In a couple of weeks, security experts from around the world will be converging on the Moscone Center in San Francisco for the annual RSA Conference. I’ve been a few times and its quite overwhelming with the entire city filled with infosec companies. Accompanying the event, every major analyst firm and security vendor releases their annual security report, telling us what they’ve learned over the least year. This year, there’s one new thing that’s hitting the headlines.
While cybersecurity threat matrices typically focus on four major types of attackers – organised crime, nation states, insiders and hacktivists – the tools they use have changed but motivations have stayed the same.
Cybercrime where the goal is to steal or extort money remains the most significant issue, regardless of the reports you look at. But a new tool has emerged in the toolbox of cybercrime.
We’re now seeing cryptojacking increase. This is where bad guys either introduce a piece of malware, via the usual tools such as phishing or drive-by downloads, that takes over your computer’s processor to mine cryptocurrencies. This can affect both traditional computers and smartphones.
With ransomware, Telstra said in their report that 76% of Aussie businesses affected by ransomware in 2017 with 47% paying the ransom.
Malwarebytes said their report that spyware, which remains an issue, is now adding cryptojacking with TrickBot, a malware which includes a cryptocurrency miner code, is increasing in popularity as it gives the bad guys multiple revenue possibilities.
Interestingly, we’re seeing cryptojacking also come from insiders. There have been many cases of staff adding cryptocurrency mining software onto corporate servers which results in the installation of potentially dangerous software and increased costs as more energy is used by servers.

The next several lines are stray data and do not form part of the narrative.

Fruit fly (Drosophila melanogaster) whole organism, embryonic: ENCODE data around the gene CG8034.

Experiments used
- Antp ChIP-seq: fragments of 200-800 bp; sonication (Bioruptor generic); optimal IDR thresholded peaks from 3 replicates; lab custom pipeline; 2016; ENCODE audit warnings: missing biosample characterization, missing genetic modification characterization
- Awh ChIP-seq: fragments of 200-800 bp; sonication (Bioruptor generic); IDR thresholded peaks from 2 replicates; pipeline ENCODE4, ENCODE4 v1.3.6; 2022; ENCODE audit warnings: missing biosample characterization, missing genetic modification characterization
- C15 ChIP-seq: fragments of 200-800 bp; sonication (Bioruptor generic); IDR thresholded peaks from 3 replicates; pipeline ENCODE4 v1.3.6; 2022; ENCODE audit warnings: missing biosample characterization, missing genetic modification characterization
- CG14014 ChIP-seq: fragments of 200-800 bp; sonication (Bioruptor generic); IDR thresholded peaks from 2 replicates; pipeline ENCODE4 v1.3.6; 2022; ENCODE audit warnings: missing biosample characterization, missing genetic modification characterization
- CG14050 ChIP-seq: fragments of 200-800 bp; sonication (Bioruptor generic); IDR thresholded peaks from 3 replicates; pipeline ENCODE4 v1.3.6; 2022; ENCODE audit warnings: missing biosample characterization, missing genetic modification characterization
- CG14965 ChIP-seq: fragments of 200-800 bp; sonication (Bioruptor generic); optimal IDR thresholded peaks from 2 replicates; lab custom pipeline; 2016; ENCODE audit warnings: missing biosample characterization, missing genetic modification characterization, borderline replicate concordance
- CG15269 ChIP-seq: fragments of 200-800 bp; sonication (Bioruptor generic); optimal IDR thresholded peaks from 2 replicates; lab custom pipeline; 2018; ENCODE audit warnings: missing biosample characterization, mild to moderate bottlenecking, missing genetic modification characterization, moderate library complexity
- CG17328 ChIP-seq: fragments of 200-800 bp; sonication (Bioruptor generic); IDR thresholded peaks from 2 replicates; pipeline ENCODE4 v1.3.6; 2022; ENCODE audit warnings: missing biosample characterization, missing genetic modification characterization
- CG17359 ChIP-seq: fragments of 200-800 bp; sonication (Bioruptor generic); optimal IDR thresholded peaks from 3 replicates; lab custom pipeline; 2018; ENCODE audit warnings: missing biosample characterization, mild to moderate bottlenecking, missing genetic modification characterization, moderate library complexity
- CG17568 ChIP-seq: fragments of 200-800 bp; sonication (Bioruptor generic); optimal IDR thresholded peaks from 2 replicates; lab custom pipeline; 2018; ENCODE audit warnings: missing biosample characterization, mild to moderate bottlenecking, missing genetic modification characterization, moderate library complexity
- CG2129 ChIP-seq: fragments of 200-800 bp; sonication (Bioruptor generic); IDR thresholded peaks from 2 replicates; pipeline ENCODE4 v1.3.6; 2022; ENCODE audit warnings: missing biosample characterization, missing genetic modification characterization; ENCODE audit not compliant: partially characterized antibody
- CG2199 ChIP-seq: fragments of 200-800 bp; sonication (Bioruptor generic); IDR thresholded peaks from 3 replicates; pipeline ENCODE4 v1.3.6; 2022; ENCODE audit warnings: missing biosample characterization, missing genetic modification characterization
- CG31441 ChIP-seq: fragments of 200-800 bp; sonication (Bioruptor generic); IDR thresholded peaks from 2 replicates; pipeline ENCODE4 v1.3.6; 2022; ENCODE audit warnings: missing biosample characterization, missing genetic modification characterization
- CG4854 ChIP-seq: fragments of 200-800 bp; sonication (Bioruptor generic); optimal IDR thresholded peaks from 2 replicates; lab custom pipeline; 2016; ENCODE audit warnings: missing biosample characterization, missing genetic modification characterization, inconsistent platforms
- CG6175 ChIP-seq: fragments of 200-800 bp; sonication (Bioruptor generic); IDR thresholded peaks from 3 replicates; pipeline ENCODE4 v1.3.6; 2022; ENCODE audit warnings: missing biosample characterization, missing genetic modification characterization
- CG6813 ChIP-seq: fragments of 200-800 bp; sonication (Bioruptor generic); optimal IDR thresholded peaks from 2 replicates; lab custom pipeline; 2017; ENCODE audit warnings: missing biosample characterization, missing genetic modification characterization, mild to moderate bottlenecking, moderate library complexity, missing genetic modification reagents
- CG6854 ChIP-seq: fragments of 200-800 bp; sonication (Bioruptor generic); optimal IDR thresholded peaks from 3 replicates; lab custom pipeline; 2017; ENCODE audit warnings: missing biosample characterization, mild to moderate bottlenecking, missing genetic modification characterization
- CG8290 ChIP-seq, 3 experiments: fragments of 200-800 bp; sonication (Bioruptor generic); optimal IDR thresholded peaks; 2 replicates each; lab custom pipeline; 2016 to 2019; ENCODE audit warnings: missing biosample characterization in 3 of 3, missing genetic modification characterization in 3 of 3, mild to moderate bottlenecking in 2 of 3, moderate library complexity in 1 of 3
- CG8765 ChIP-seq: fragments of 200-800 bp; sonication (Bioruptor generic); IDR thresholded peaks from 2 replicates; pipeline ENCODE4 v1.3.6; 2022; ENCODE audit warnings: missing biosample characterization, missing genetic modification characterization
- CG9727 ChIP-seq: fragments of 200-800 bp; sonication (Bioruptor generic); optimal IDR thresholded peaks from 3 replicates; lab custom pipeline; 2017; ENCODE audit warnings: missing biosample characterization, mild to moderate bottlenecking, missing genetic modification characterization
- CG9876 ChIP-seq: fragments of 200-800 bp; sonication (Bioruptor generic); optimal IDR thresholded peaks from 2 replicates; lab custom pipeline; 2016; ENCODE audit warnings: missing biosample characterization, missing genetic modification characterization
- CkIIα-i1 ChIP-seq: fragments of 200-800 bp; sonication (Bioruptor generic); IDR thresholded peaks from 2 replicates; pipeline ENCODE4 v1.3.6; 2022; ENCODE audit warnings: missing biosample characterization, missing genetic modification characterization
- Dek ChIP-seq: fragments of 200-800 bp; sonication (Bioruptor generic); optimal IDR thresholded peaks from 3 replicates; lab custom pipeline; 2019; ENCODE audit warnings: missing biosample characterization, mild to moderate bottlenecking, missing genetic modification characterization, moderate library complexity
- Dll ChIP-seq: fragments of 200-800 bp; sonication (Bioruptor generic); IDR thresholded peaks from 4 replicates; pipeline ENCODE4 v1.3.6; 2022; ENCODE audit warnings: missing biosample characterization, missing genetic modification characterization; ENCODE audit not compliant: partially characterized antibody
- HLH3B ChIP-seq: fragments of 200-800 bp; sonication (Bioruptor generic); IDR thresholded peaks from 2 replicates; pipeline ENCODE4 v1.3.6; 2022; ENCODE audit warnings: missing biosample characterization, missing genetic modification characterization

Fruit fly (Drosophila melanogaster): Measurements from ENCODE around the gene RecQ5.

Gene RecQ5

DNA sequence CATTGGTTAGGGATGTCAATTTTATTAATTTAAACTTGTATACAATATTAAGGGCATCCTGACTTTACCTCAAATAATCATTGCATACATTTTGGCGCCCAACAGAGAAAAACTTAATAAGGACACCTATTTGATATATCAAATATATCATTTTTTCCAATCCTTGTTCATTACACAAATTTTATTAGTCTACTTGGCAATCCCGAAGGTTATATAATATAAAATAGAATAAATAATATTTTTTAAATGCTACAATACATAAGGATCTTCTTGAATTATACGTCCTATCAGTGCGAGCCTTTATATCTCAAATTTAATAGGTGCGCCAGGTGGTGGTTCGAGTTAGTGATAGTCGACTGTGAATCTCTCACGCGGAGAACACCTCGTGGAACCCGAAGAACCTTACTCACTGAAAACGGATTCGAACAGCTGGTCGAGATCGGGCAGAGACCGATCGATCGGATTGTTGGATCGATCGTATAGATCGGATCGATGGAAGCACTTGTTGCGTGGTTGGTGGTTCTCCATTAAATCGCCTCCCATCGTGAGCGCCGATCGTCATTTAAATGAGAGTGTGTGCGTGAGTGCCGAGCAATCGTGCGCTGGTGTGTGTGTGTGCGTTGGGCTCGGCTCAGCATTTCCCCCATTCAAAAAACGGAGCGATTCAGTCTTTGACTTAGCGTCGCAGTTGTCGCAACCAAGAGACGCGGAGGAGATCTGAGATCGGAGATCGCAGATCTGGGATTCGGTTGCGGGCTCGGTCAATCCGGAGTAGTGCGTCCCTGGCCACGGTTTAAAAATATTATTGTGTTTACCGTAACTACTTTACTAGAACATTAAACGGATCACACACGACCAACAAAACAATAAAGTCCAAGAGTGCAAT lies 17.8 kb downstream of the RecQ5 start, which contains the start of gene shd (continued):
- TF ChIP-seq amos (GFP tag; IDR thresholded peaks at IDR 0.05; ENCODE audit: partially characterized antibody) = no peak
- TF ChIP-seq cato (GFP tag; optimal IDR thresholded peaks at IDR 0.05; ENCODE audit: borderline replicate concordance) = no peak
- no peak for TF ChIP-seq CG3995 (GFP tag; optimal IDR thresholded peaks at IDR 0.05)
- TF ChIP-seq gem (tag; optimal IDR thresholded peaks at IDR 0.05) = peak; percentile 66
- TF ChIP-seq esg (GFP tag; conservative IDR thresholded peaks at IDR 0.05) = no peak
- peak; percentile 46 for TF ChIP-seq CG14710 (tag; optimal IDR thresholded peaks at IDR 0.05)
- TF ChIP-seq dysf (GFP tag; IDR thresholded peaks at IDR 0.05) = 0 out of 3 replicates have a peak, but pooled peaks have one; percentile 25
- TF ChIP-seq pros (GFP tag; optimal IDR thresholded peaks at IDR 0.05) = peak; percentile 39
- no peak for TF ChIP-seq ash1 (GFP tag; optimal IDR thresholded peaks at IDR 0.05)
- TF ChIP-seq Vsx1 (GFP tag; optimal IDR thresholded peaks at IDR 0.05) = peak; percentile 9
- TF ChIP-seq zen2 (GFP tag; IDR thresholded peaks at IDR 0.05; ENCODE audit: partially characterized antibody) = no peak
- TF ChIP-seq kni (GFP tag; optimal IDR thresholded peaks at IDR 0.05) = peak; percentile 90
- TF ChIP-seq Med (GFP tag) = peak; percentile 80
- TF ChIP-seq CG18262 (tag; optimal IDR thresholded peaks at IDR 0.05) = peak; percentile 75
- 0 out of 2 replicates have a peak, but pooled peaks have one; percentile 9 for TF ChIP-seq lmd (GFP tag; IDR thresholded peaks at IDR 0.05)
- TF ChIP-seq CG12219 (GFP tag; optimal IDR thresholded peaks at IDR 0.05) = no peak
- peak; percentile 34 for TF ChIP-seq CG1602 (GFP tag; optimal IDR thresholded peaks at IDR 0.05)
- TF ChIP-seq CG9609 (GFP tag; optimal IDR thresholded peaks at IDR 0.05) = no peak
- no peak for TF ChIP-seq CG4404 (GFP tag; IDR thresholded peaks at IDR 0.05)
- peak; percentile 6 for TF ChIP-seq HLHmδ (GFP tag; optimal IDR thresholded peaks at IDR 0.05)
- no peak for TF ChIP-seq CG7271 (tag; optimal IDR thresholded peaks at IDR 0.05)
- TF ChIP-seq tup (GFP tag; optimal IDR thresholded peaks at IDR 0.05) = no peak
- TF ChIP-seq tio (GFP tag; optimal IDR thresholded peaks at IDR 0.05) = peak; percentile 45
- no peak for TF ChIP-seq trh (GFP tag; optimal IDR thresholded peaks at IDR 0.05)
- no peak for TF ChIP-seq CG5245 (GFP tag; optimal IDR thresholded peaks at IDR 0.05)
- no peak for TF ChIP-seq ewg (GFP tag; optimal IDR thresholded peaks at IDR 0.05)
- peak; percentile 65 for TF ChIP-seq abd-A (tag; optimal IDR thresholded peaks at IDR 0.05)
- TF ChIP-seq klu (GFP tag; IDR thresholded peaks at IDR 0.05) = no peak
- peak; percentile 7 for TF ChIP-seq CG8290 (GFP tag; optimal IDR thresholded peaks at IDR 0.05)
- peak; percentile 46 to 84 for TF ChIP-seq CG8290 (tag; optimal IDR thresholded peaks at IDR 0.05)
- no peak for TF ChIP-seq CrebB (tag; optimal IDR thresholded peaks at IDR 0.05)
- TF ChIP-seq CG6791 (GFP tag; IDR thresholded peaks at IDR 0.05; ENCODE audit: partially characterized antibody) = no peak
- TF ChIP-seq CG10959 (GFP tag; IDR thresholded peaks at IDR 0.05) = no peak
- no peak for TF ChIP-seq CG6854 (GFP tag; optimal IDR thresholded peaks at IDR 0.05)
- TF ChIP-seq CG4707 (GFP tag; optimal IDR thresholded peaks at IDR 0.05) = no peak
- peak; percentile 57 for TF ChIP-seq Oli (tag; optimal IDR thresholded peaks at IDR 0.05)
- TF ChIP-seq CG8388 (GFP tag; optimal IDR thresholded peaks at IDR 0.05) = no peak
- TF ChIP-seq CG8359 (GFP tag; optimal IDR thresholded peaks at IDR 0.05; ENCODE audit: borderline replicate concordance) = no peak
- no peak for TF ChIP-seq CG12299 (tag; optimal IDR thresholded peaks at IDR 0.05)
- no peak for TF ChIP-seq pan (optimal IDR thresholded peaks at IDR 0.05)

But, for corporate IT departments, the primary threat vectors remain focused on money with ransomware and executive email fraud still significant issues.
Executive email fraud, or business email compromise, is where a specific person in the company, with financial authority is duped into tranasferring funds to an unauthorised third party. This is a sophisticated social-engineering led attack that can involve the compromising of a trusted third-party, such as a vendor, to deliver emails requested payments.
End-users are the key to most security threats. Threat actors seek to either compromise and end user device through the injection of malware or steal user credentials. So, it’s not surprising to seem mobile device attacks also increasing with Symantec finding Mobile malware variants went up by 54%.
After following the cybersecurtity scene for several years, what’s clear is that the motivations of attackers are largely unchanged. But threat actors are getting better at crafting social engineering attacks and the tools they use enable them to automate attacks.
This allows them to scale their attacks in a way that was unimaginable just a few years ago.
That means our defensive tactics need to adapt. While protect, detect and respond remains the cornerstone of most cybersecurtity strategies, the focus needs to shift to detect and respond. The traditional focus on protection is no longer enough.
Most of the senior security execs I speak to now operate on the assumption that breaches will occur and the devices they connect to their networks are untrusted. So, while preventing attacks remains an important function, they continuously monitor their networks to detect anomalous activity so they can respond quickly.
They also have responses palns for different types of incidents and, importantly, they practice those plans regularly so that if an incident occurs, all the parties involved in the response are familiar with their roles and able to adapt during a real incident.